Land Rover was plunged into turmoil last night when workers at the Solihull car maker balloted for strike action.
Company bosses immediately condemned the move claiming a strike could jeopardise Land Rover's future as a top plant in Ford's worldwide empire.
The unions claimed management had misjudged the situation and voiced hopes that the company would now re-open talks to head-off a potential crisis which started with the rejection of a two-year pay offer worth 6.5 per cent.
Steve Coultate, Land Rover's director of manufacturing, said: 'This move saddens me deeply and industrial action will jeopardise our future as a major plant.'
The result came after a campaign run by shop stewards and the management putting their cases during a postal ballot of 7,000 union members which started on November 28 and ended at noon yesterday.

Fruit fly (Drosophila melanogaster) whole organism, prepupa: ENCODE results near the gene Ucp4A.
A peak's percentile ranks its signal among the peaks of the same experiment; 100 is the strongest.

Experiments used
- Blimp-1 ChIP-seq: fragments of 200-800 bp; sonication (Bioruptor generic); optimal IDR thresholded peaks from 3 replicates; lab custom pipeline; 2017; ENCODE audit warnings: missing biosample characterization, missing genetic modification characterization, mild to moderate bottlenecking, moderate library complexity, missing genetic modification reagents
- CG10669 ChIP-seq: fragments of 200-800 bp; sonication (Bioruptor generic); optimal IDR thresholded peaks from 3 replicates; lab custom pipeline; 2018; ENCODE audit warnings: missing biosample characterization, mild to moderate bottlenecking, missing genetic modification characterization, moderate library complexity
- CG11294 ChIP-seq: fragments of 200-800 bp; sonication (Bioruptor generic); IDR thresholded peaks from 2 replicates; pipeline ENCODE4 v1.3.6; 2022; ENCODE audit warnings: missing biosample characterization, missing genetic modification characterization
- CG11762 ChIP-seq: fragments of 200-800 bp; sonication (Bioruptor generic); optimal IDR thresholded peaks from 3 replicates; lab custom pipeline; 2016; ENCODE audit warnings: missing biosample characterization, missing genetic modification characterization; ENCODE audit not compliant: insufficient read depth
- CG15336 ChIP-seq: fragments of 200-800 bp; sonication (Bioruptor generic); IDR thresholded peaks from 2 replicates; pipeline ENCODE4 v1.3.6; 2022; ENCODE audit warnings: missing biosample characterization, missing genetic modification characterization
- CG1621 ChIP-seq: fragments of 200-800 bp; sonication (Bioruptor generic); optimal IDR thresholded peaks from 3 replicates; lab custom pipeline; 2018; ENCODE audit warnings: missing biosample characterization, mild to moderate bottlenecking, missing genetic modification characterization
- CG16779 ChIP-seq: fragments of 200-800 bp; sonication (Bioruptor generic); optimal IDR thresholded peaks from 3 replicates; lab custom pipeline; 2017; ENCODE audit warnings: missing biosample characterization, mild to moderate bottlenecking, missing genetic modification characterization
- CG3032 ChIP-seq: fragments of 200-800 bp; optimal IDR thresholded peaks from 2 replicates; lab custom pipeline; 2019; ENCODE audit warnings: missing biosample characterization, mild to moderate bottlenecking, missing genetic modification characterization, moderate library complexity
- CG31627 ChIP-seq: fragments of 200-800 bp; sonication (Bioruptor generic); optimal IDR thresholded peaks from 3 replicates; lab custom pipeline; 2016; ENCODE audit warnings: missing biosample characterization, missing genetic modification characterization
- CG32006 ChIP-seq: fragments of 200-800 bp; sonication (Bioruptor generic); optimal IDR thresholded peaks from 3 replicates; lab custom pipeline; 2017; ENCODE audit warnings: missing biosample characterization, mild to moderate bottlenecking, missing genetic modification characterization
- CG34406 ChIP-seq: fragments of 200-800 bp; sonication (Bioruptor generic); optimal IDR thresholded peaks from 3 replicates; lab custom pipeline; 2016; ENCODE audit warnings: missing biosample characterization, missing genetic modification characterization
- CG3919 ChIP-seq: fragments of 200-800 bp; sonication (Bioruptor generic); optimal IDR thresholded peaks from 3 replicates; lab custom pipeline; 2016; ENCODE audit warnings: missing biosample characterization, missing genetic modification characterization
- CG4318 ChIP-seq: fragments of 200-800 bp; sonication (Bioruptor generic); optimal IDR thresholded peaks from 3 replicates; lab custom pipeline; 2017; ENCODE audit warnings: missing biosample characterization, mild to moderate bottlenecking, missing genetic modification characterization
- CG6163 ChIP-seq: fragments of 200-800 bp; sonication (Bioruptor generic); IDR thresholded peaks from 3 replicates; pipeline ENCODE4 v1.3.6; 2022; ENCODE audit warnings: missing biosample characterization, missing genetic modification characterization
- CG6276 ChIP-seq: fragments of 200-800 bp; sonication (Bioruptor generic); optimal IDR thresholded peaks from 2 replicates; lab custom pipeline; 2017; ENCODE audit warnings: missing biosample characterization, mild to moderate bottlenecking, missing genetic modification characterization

About 70 per cent of the ballot papers were returned, with around 63 per cent in favour of strike action.
The company has said there would be no further offer of a better pay settlement.
Shop stewards will meet on Monday to discuss what action they will take within 28 days from the declaration of the result yesterday to comply with legislation. They must also give seven days notice to Land Rover before action is taken.
Following the company's final offer, it was made clear to employees that any action would put the business at risk and send a 'negative message to those responsible for determining the site's future'. …